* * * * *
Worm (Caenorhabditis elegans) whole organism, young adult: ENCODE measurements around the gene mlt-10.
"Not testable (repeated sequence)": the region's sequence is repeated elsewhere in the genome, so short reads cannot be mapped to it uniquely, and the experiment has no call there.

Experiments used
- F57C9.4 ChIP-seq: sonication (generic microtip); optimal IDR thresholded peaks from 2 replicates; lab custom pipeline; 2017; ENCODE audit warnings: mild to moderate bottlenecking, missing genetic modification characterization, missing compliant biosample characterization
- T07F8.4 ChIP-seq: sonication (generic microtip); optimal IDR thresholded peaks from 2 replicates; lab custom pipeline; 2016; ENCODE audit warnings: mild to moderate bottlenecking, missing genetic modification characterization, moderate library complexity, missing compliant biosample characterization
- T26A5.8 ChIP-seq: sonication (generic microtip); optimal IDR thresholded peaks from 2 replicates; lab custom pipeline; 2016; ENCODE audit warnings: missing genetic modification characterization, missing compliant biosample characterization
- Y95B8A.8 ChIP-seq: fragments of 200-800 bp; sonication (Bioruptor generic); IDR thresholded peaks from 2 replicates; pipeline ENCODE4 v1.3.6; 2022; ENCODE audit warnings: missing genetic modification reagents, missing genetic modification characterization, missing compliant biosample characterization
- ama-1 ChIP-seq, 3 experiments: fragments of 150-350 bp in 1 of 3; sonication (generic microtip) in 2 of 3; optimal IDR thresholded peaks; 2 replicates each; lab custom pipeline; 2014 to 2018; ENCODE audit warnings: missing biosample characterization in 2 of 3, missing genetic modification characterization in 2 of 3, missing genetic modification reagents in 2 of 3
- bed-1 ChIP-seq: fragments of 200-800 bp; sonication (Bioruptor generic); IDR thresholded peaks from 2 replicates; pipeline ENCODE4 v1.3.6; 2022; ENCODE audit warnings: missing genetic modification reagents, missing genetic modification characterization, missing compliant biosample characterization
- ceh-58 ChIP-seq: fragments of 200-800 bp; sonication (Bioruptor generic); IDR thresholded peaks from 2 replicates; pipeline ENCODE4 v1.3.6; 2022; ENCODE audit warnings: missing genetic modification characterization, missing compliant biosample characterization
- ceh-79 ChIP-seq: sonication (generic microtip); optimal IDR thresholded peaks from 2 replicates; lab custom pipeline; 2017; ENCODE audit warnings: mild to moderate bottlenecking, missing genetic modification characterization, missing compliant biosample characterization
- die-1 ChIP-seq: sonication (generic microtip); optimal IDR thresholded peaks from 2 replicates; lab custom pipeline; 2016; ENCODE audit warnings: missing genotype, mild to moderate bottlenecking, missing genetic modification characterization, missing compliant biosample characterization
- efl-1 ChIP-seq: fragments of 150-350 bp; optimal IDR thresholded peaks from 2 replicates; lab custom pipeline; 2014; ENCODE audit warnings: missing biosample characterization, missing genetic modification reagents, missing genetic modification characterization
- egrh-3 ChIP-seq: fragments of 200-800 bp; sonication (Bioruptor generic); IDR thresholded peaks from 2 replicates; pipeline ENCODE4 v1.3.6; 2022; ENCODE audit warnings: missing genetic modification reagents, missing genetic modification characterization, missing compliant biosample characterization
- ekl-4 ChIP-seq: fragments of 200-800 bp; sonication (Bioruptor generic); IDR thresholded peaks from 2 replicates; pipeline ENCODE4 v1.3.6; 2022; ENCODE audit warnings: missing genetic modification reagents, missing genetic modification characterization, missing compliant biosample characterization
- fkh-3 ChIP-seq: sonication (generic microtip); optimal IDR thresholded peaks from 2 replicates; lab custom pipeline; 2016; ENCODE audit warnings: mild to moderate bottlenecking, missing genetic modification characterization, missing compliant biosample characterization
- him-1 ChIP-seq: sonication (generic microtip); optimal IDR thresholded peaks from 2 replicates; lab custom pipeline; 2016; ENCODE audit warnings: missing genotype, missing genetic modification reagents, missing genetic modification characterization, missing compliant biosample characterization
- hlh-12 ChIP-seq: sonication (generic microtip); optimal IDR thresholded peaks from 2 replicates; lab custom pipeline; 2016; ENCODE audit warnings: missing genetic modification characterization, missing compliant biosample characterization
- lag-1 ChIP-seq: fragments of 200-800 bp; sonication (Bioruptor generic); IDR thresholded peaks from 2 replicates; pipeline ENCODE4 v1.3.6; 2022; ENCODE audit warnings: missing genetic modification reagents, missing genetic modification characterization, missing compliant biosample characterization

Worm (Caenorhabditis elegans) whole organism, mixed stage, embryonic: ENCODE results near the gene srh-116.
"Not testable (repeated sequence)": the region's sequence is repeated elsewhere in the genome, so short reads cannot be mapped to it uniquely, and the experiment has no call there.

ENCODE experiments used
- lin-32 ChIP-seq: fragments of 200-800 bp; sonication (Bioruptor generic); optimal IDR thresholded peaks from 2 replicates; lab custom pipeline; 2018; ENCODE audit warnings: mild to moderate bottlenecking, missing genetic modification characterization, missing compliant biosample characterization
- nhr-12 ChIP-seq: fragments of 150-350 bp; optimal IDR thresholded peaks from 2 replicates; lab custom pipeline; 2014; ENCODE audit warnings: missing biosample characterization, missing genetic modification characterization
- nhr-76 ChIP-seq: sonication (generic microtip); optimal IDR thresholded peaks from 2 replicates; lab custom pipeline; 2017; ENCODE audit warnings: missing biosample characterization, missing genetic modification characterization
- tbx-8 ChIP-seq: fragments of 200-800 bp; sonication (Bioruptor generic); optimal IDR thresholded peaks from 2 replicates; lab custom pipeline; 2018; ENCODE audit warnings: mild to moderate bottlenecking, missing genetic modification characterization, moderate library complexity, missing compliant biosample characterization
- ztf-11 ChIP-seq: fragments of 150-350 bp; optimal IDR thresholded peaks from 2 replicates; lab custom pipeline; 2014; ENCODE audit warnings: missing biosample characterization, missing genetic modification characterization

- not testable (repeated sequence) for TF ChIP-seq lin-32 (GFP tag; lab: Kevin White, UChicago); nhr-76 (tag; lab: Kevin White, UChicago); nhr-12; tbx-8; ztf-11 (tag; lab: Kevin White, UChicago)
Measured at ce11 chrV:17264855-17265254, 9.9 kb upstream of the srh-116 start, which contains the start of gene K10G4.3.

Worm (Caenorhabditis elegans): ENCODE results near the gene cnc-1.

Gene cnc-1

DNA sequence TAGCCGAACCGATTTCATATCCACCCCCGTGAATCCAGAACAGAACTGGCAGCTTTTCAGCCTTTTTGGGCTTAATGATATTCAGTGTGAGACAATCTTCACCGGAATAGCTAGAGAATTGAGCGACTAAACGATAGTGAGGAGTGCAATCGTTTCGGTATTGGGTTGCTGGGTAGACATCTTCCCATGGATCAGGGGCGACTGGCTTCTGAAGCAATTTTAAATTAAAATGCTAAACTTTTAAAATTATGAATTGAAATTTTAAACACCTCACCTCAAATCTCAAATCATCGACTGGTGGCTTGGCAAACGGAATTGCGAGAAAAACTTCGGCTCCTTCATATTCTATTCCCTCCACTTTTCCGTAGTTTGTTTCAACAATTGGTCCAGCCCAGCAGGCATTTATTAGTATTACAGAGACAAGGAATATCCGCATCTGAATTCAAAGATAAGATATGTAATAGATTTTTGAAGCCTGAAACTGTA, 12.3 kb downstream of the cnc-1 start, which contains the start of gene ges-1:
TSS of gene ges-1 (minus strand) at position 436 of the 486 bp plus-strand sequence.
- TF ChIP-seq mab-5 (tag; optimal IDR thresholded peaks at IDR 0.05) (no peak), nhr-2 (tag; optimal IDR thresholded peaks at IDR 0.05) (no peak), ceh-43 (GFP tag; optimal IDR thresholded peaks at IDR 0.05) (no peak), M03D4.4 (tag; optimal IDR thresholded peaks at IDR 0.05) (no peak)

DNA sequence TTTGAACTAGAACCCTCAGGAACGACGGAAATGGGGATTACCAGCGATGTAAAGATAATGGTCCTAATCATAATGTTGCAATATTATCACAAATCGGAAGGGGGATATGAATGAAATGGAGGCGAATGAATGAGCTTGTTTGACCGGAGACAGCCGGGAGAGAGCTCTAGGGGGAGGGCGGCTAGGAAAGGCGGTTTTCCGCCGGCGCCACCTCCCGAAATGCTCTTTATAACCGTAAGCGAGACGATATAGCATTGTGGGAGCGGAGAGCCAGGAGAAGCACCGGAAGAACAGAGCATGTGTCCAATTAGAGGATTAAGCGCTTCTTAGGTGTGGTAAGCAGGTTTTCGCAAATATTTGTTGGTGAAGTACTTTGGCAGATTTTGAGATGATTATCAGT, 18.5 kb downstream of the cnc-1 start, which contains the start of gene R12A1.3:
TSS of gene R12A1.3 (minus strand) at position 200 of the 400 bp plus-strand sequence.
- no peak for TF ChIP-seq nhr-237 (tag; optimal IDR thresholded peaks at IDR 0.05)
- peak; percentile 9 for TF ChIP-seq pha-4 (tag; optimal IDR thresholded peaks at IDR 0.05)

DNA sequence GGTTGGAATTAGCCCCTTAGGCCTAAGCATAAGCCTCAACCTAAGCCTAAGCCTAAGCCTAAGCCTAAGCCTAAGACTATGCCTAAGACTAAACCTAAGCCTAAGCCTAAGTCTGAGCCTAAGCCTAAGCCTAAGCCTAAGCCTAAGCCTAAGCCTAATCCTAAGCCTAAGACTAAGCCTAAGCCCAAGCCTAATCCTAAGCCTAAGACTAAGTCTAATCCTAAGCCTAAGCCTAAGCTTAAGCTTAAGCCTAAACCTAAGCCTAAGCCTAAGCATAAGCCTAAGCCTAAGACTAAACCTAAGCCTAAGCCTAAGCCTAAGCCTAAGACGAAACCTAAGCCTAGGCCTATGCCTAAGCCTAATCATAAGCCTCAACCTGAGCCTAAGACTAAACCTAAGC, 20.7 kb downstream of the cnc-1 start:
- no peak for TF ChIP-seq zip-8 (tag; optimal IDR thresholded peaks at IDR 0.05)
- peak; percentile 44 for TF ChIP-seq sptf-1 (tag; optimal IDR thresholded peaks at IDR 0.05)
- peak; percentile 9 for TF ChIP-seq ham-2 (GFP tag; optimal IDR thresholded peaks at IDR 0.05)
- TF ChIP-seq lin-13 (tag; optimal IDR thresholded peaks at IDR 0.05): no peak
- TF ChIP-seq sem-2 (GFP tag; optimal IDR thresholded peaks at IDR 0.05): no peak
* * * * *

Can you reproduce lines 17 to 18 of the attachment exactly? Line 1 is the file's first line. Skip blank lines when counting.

- him-1 ChIP-seq: sonication (generic microtip); optimal IDR thresholded peaks from 2 replicates; lab custom pipeline; 2016; ENCODE audit warnings: missing genotype, missing genetic modification reagents, missing genetic modification characterization, missing compliant biosample characterization
- hlh-12 ChIP-seq: sonication (generic microtip); optimal IDR thresholded peaks from 2 replicates; lab custom pipeline; 2016; ENCODE audit warnings: missing genetic modification characterization, missing compliant biosample characterization